January 29.--I had a vacant day once more by the kindness of Sir Robert, unasked, but most kindly afforded. I have not employed it to much purpose. I wrote six pages to Croker,[247] who is busied with a new edition of Boswell's _Life of Johnson_, to which most entertaining book he hopes to make large additions from Mrs. Piozzi, Hawkins and other sources. I am bound by many obligations to do as much for him as I can, which can only respect the Scottish Tour. I wrote only two or three pages of _Anne_. I am

    "----- as one who in a darksome way
    Doth walk with fear and dread."
But walk I must, and walk forward too, or I shall be benighted with a vengeance. After dinner, to compromise matters with my conscience, I wrote letters to Mr. Bell, Mrs. Hughes, and so forth; thus I concluded the day with a sort of busy idleness. This will not do. By cock and pye it will not.

January 30.--Mr. Stuart breakfasted with me, a grand-nephew of Lady Louisa's, a very pleasing young gentleman. The coach surprised me by not calling. _Will_ it be for the Martyrdom? I trow it will, yet, strange to say, I cannot recollect if it is a regular holiday or not.

    "Uprouse ye then, my merry, merry men,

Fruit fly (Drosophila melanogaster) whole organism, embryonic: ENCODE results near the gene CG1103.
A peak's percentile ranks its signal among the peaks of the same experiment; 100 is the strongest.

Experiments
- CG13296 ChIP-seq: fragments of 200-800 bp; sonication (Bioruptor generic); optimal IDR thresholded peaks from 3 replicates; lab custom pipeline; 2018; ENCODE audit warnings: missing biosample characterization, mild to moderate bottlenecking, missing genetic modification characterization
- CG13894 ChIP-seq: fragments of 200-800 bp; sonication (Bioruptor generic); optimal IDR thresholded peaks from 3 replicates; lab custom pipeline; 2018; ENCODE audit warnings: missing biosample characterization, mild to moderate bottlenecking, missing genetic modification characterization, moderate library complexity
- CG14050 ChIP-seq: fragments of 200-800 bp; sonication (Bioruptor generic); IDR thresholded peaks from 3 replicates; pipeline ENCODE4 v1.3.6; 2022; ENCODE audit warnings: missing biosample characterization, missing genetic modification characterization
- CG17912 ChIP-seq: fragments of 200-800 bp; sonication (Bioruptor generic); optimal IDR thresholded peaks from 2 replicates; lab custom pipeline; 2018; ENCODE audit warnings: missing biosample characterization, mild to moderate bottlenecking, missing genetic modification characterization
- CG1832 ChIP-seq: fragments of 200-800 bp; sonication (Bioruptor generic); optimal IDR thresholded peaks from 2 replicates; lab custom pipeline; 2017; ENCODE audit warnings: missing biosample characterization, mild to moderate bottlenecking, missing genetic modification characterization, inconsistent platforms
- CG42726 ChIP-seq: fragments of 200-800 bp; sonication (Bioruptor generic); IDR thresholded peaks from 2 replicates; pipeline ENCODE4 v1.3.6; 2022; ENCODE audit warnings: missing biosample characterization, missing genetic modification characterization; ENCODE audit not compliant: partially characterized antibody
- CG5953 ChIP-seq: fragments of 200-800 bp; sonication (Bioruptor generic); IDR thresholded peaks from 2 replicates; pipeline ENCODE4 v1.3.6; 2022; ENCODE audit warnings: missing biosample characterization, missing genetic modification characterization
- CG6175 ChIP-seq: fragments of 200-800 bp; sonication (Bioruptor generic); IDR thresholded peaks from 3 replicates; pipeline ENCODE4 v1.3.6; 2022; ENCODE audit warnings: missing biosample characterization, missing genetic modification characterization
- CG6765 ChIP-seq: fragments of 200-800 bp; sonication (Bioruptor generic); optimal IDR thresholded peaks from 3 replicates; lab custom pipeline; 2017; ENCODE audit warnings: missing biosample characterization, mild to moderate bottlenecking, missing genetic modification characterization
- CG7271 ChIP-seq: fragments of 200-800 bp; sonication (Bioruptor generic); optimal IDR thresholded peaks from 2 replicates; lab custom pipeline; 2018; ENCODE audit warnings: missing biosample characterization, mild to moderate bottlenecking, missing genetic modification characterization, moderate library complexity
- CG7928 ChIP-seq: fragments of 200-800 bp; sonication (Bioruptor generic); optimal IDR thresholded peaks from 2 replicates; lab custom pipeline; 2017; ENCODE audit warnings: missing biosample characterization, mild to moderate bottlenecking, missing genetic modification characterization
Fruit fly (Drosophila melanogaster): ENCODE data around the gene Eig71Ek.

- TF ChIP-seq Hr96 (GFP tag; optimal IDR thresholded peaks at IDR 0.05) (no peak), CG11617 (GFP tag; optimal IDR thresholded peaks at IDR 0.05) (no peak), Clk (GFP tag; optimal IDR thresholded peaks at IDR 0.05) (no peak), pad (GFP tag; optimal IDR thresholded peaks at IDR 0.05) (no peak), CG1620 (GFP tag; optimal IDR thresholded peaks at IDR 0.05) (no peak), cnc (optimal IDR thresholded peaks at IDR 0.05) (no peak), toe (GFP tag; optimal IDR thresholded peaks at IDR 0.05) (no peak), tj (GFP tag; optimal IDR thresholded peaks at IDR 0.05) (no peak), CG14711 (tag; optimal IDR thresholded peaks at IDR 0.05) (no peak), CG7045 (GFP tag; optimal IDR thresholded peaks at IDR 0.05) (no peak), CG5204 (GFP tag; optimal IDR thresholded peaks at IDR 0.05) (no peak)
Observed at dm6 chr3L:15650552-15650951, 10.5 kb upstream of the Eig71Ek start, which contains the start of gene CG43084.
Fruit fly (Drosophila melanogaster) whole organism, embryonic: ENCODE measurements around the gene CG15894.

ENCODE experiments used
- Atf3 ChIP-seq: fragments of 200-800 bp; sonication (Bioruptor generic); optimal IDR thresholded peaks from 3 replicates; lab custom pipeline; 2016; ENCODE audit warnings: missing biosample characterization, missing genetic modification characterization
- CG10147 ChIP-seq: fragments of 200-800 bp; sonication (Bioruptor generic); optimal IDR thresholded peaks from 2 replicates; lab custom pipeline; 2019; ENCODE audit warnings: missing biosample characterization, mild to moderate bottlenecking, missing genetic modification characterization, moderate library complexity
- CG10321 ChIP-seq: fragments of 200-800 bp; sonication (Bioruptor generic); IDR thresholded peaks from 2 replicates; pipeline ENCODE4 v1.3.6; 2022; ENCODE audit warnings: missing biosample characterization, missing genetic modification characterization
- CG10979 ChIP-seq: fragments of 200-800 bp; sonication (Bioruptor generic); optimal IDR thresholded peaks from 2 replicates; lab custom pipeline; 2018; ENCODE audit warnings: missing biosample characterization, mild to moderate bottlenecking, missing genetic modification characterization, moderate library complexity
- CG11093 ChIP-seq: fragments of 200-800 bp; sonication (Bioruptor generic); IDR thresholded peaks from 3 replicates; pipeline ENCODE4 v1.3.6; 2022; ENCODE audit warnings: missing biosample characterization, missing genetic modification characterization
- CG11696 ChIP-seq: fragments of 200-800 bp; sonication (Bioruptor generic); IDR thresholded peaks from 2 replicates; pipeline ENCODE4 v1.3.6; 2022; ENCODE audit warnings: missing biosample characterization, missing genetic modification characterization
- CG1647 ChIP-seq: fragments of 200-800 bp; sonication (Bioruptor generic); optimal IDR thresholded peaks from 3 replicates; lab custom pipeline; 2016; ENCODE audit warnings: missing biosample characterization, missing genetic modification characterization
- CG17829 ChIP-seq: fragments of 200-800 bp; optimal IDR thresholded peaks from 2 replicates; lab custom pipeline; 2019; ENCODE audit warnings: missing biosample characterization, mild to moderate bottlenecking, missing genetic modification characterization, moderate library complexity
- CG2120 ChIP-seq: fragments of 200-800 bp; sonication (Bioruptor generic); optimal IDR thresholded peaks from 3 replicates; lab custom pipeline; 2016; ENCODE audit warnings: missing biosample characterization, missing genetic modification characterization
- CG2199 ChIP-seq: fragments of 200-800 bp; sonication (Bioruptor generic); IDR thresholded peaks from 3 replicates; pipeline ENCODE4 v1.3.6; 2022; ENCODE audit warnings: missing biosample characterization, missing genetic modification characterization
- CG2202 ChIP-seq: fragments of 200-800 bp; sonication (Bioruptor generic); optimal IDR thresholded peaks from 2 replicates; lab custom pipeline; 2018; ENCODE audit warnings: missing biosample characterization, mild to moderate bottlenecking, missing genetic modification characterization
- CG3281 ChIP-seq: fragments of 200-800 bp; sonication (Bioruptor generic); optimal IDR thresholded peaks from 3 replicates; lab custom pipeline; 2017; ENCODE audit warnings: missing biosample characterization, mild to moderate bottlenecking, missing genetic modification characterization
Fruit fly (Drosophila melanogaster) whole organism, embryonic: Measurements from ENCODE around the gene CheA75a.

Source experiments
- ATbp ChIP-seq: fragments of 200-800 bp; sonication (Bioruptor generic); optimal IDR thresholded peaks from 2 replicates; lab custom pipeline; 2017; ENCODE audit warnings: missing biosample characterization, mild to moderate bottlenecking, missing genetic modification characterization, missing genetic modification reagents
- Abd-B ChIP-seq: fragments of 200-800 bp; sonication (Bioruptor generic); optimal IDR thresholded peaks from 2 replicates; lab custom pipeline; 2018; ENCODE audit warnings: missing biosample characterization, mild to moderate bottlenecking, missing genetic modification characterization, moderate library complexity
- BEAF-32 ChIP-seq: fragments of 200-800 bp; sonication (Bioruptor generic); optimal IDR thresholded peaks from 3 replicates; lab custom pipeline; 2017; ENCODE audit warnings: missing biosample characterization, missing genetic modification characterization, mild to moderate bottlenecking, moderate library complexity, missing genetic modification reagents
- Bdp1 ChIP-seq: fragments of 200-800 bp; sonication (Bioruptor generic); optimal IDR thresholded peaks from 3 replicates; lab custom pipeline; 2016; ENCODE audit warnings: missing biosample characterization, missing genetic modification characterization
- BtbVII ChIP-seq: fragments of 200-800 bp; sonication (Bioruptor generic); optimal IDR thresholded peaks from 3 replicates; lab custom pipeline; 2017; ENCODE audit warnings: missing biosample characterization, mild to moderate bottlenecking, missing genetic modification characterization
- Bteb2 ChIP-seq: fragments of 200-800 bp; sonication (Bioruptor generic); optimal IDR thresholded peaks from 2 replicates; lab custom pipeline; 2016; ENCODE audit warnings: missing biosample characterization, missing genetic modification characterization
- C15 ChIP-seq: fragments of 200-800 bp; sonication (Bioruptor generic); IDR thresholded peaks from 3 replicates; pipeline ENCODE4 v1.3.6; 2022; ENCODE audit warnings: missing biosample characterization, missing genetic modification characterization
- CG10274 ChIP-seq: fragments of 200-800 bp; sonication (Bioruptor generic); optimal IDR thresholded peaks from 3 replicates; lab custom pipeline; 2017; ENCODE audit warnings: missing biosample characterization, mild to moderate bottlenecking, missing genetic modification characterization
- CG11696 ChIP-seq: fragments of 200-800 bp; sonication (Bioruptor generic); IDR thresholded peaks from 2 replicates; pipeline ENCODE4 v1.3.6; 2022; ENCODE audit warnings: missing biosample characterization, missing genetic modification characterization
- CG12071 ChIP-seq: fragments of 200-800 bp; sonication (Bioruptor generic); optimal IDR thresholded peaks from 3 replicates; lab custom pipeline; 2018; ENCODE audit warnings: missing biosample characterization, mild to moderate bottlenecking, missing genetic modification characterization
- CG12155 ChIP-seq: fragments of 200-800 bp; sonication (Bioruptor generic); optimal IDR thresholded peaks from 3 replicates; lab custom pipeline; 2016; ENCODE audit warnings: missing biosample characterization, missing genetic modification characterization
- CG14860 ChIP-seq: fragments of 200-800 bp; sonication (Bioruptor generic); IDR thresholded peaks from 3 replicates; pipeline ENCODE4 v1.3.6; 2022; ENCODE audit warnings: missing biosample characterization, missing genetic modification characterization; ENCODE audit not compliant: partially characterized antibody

And use it as ye may."
I wrote in the morning, and went at one o'clock to a meeting of country gentlemen, about bringing the direct road from London down by Jedburgh, said to be the nearest line by fifty miles. It is proposed the pleasant men of Teviotdale should pay, not only their own share,--that is, the expense of making the road through our own country, but also the expense of making the road under the Ellsdon Trust in Northumberland, where the English would positively do nothing. I stated this to the meeting as an act of Quixotry. If it be an advantage, which, unless to individuals, may be doubted, it is equally one to Northumberland as to Roxburgh, therefore I am clear that we should go "acquals."

I think I have maybe put a spoke in the wheel. The raising the statute labour of Roxburgh to an oppressive extent, to make roads in England, is, I think, jimp legal, and will be much complained of by the poorer heritors. Henry of Harden dines with me _tête-à-tête_, excepting the girls.